Innovation: Slovak scienctists work with the best - but lack funds

Dusan Velic

Spending on science in the EU averages around 1.8% of GDP. Slovakia currently spends only 0.5% of its GDP on science. It's planned to lift this significantly but it will remain below EU targets. Dusan Velic is a prominent Slovak scientist who worked with this year's Nobel Prize winner for chemistry, the German professor Gerhard Ertl. Michal Groch from Radio Slovakia International spoke to Dusan Velic about the Nobel Prize and the state of science in Slovakia.

Velic: "Professor Ertl received his Nobel Prize for studying of reactions or interactions of small molecules on a solid surface, which is a base for modern surface science and the base for applications like heterogeneous catalysis. "

What does it mean for him? Does he have any motivation to continue in some research? Do you know if he plans to do something else?

"I talked to him last month and we have been discussing it. We awarded him with a gold medal of Slovak Chemical Society month ago and after that ceremony in Slovakia he was awarded with a Nobel Prize, so it was kind of like a sweet coincidence. He was a candidate to get a Nobel Prize, he was a very hot candidate. I believe he was not doing science for a Nobel Prize, he got it because he was excellent. He goes on, although his age is a certain limitation, but to be in science it is not like paint a building and it's over. It's never over."

You have also been cooperating with Mr Ertl. What in particular have you done for his research or his contribution to science?

"I have to say that of course the Nobel Prize is exclusively of Professor Ertl. He is really phenomenal and I was really fortunate to work for him. I was basically engaged in studies of ultra-fast dynamics of electrons in those surface interactions."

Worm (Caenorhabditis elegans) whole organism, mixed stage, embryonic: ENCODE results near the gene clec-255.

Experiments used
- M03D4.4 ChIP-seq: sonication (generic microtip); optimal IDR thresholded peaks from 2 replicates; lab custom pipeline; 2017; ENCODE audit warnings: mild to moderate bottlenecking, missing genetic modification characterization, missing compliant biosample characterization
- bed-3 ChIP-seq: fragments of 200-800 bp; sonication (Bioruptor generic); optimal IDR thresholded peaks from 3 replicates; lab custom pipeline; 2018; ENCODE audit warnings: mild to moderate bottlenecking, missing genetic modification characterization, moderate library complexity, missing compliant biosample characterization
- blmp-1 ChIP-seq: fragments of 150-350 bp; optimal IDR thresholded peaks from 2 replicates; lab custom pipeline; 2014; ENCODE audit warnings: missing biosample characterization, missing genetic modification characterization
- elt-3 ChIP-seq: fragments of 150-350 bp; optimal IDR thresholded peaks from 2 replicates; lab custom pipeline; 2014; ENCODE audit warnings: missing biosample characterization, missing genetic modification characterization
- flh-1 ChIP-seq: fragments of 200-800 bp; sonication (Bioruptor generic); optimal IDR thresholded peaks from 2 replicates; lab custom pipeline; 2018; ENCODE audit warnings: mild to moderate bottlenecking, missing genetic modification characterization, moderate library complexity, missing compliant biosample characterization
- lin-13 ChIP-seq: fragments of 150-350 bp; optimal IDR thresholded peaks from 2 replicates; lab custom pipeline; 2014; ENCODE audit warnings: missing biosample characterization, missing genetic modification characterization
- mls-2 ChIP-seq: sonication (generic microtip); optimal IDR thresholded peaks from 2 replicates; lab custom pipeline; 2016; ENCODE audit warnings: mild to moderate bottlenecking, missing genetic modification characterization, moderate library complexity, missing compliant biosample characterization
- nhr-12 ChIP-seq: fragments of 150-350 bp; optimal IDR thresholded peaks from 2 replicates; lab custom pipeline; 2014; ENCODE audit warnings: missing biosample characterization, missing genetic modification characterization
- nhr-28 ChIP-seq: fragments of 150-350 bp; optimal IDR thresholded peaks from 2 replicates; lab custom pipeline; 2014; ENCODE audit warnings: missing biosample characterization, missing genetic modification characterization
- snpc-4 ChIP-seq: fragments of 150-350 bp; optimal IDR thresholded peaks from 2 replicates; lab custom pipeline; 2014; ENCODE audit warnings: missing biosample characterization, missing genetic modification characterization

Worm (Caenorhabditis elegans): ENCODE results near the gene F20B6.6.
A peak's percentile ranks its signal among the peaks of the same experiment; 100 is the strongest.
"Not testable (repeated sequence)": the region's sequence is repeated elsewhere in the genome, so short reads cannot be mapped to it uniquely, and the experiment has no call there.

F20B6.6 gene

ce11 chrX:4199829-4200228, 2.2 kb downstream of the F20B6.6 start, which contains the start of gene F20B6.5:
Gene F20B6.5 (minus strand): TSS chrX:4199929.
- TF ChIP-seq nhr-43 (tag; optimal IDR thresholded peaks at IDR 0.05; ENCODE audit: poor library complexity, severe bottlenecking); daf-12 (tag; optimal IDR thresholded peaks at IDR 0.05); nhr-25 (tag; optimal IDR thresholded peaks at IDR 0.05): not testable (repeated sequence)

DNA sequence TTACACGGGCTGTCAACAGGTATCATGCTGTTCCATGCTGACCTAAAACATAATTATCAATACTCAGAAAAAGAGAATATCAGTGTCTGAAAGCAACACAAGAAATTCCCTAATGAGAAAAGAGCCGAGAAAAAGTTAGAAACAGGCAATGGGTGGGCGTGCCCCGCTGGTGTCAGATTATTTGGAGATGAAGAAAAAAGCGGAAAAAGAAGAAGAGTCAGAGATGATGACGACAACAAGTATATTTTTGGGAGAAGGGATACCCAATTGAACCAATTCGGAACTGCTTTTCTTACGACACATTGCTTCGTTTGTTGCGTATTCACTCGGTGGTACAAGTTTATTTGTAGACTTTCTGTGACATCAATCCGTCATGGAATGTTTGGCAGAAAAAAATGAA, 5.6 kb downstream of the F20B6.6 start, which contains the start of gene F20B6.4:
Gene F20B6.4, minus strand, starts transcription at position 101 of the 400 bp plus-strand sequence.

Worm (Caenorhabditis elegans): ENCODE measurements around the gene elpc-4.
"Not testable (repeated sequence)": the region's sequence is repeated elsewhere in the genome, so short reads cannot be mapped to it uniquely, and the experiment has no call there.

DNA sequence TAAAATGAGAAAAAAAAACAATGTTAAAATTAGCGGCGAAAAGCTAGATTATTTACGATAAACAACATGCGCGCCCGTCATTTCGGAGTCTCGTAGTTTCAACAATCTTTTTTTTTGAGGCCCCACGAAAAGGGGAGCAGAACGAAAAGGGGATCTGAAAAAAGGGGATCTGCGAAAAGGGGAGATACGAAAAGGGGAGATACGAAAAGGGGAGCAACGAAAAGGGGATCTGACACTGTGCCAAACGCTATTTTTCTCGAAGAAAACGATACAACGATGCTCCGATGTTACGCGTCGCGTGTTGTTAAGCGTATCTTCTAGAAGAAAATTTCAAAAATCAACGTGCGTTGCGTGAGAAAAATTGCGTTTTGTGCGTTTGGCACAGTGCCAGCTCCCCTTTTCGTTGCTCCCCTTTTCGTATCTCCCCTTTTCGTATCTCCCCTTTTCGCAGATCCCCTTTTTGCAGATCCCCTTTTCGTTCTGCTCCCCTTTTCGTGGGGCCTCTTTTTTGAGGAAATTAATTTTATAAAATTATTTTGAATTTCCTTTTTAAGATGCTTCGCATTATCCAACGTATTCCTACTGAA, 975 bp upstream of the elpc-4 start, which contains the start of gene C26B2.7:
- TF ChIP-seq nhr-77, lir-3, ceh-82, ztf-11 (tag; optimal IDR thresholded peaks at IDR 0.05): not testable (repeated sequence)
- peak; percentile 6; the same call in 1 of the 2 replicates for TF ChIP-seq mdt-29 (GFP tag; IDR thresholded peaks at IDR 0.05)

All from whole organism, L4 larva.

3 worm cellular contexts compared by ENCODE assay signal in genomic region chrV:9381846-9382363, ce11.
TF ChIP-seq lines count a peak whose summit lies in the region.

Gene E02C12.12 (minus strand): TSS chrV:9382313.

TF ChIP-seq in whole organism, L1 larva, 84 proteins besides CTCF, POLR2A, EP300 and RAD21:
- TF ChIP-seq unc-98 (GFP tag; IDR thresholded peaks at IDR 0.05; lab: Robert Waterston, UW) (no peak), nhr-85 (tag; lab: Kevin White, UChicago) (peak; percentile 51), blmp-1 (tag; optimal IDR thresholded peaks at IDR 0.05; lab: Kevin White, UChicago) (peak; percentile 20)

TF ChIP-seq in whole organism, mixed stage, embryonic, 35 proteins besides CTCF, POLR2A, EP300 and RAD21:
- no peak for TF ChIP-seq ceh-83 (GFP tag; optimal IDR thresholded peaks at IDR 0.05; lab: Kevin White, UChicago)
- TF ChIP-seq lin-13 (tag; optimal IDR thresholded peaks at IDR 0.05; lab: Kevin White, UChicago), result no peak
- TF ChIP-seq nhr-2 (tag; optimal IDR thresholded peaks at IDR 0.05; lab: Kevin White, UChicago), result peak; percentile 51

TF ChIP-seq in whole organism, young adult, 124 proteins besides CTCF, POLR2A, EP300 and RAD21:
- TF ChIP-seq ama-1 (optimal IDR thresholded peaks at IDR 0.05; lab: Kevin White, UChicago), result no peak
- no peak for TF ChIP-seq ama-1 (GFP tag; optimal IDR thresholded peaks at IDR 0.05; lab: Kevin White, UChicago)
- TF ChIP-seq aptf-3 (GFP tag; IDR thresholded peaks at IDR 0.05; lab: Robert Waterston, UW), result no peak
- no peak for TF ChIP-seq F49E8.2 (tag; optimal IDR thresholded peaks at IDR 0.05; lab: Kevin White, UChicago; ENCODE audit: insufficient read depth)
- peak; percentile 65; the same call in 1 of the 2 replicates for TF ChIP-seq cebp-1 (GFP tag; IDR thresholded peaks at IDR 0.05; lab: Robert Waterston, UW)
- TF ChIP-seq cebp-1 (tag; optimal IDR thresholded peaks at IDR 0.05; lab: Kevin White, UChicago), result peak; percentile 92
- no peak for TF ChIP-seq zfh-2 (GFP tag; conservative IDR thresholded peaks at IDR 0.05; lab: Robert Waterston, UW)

Would it be possible to conduct similar research in conditions that are here in Slovakia?

"Yes, I mean we are also happy that we have the International Laser Centre and we have certain facilities which can be related to the research and some of them could be used in a similar way. It is the activity of Ministry of Education and we are very grateful for this approach. So we have certain machines which can be used in that way. "

Does it mean that we can expect another Nobel Prize winner from Slovakia?

"(laughter). Yes I always laugh when I hear this question. In a very simplified way, sure. If you wait long enough, everybody can have a Nobel Prize winner. The process of getting to the Nobel Prize is extremely complex. The major thing we need in Slovakia is to change the attitude towards science, to really believe in science and believe in intellect and I think that's the good way of how to get there".

Is there a problem with a system where there is a weak connection between a university education and research and science, or is it just all about money?

"No it's not all about money. I don't think it's all about money. It's a mixture of everything. We are very young country, with a very young tradition of science. We have to be patient, work hard, invest money into the people, invest money into the machines and I think slowly we can go. I think it's the whole atmosphere to really believing and really fighting for that. To have a heart for science, so it's not only money".